Dentures Fact Sheet

Making and Fitting the Dentures

Dentures are composed of artificial teeth bonded to a plastic base. The dentist makes an impression of the dental arch and remaining teeth (if any), using a special impression material. The colour and shape of the artificial teeth can be closely matched to your natural teeth.
The dentist will help you with these decisions. The dental laboratory uses the impressions and the dentist’s specifications to make the dentures.

Your dentist will advise you about how long to wear your new dentures each day. A few days or weeks are needed to become accustomed to the dentures.

Over the first few days:

  • the denture may feel tight and uncomfortable, the denture may feel bulky, as if crowding the mouth
  • your gums may feel sore
  • some people experience a gagging sensation at the back of the throat
  • you may notice an increase in the amount of saliva in your mouth
  • eat soft foods
  • speech may be affected but will improve. Wearers of partial dentures may find their speech improves immediately because missing teeth have been replaced.

Denture Adjustment

After some time the denture may feel loose and awkward. Your dentist can adjust the fit. This is done by placing an inner lining in the denture. Several adjustments may be required before the final fit is satisfactory for the longer term.

Over-denture and partial dentures usually need fewer adjustments than a full denture. People who have retained some natural teeth usually have less gum shrinkage and fewer changes in the underlying jawbone, so their dentures may retain a good fit for longer.

Loose dentures can cause irritation and ulcers of the gums that are painful and may become infected. If your dentures become loose, see your dentist to have them adjusted.

Do not try to adjust your own denture. It has been carefully made to fit your mouth. Home repairs will end up causing more harm than good.

Cleaning your dentures

Clean your dentures after each meal or at least twice a day. Remove them, and rinse away food particles with warm or cold water. Some people also like to use a mouthwash.

If you have a partial denture, be sure that you thoroughly clean it to reduce the risk of losing more teeth. Your dentist can show you how to use a toothbrush and dental floss correctly so you can efficiently remove food particles and plaque from remaining teeth.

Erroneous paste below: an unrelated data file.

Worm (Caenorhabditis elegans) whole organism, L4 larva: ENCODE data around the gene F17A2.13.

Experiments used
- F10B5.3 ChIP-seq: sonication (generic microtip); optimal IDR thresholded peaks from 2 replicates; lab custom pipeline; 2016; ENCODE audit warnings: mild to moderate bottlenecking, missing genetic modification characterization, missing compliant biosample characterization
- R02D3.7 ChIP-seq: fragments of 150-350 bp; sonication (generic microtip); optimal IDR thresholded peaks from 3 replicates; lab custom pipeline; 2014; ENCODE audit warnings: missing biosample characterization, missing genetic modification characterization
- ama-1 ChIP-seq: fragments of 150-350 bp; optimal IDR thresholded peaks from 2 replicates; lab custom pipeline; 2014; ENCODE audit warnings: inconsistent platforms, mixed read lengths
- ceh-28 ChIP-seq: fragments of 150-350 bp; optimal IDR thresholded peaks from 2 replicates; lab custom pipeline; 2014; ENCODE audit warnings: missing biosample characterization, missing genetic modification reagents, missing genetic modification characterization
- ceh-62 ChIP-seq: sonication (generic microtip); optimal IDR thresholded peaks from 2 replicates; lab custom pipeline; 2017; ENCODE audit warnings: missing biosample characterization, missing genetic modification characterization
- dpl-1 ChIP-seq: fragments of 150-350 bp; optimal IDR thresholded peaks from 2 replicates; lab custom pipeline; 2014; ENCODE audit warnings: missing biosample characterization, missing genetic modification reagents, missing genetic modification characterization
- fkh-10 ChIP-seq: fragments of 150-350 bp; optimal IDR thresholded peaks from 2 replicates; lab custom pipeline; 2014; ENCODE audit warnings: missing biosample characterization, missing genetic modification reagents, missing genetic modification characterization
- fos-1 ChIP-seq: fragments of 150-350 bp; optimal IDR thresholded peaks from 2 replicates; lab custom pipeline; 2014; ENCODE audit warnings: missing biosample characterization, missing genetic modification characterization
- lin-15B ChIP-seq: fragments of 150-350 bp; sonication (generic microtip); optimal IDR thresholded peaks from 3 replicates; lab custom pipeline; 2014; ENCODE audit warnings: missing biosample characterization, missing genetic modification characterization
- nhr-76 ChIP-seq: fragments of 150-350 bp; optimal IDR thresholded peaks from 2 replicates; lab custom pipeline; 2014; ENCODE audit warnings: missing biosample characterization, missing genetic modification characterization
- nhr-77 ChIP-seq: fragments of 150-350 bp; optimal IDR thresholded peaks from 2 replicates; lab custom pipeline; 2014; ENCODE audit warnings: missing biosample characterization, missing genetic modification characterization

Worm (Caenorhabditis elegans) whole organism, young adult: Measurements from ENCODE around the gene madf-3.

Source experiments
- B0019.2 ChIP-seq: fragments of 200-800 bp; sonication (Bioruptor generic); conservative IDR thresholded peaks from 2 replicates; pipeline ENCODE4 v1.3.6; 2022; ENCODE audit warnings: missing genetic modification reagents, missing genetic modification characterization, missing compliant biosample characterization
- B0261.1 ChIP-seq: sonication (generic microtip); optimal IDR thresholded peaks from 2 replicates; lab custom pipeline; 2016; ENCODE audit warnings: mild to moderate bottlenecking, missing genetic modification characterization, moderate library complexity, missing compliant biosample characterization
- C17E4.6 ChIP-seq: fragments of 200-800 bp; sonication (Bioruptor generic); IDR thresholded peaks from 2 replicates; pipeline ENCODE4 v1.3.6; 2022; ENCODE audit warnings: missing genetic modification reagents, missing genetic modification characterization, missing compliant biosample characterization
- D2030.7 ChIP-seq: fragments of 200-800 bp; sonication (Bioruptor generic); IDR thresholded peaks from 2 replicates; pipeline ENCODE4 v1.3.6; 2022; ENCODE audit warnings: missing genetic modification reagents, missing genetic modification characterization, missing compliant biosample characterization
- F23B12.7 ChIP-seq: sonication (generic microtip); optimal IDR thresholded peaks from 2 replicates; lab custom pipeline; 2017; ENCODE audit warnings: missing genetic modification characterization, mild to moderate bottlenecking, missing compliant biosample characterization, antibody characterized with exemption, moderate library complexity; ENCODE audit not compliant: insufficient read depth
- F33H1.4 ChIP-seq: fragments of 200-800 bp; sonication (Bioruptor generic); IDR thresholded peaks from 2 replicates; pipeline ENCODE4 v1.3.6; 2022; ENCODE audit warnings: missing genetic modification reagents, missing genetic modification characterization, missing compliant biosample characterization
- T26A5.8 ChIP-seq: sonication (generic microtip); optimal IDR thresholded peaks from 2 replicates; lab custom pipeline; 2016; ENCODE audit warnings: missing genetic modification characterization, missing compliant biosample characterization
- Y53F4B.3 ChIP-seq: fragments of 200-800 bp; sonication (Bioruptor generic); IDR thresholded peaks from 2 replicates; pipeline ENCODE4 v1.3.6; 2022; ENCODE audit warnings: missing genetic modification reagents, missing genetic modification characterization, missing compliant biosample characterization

Brush both the inside and outside surface of your dentures with a soft toothbrush and unperfumed, mild soap or other approved denture cleaner. Many good products are available in pharmacies and supermarkets. It is best to avoid the use of standard toothpaste as many brands are too abrasive.

Do NOT use:

  • Hot or boiling water because the denture will warp
  • Abrasives
  • Detergents
  • Bleaches
  • Methylated spirits
  • Other strong chemicals of any kind

Daily living with dentures

Insertion and removal

Your dentist will show you how to place and remove your dentures. Be sure you can do this properly before you leave the surgery. Never use force to remove a denture.

Comfort and adaptation

Even if you have worn dentures before, your new dentures may feel uncomfortable at first. Your mouth needs time to adapt to them.

Eating with dentures

Learning to eat with dentures takes practice and time. After the first few days of eating soft foods, you will want a wider range of foods. Cut food into small pieces, take small mouthfuls, and chew slowly. This helps to keep the dentures in place.

Avoid biting with the front teeth because this can cause the dentures to tip and may place excess pressure on the gums. Instead, bite with the canine teeth, the pointed teeth next to the front teeth.

Until you get used to sensing the temperature of hot food, treat hot food with caution. Avoid sticky food (such as toffee) and sharp or hard food, such as nuts or raw carrots.

As you gain confidence with your dentures, widen your diet to ensure healthy nutrition. Your dentist can advise you on maintaining good nutrition.


After the first week or two, most people find that dentures do not interfere significantly with speech. Sometimes certain words may be difficult to pronounce at first. It may help to repeat them aloud in front of a mirror.

If your dentures “click” when you talk, try to speak more slowly. If your dentures slip when you speak, bite down gently to reposition it and swallow. Your tongue and cheek muscles will soon learn to keep it in place. If you have a persistent problem with speech, inform your dentist.

Denture adhesive

Denture adhesive can give you added confidence that your denture will not slip out of place. Your dentist can advise you about which denture adhesives are likely to work well for you. Denture adhesive is not the answer to a poorly fitting denture. If it doesn’t fit well, see your dentist.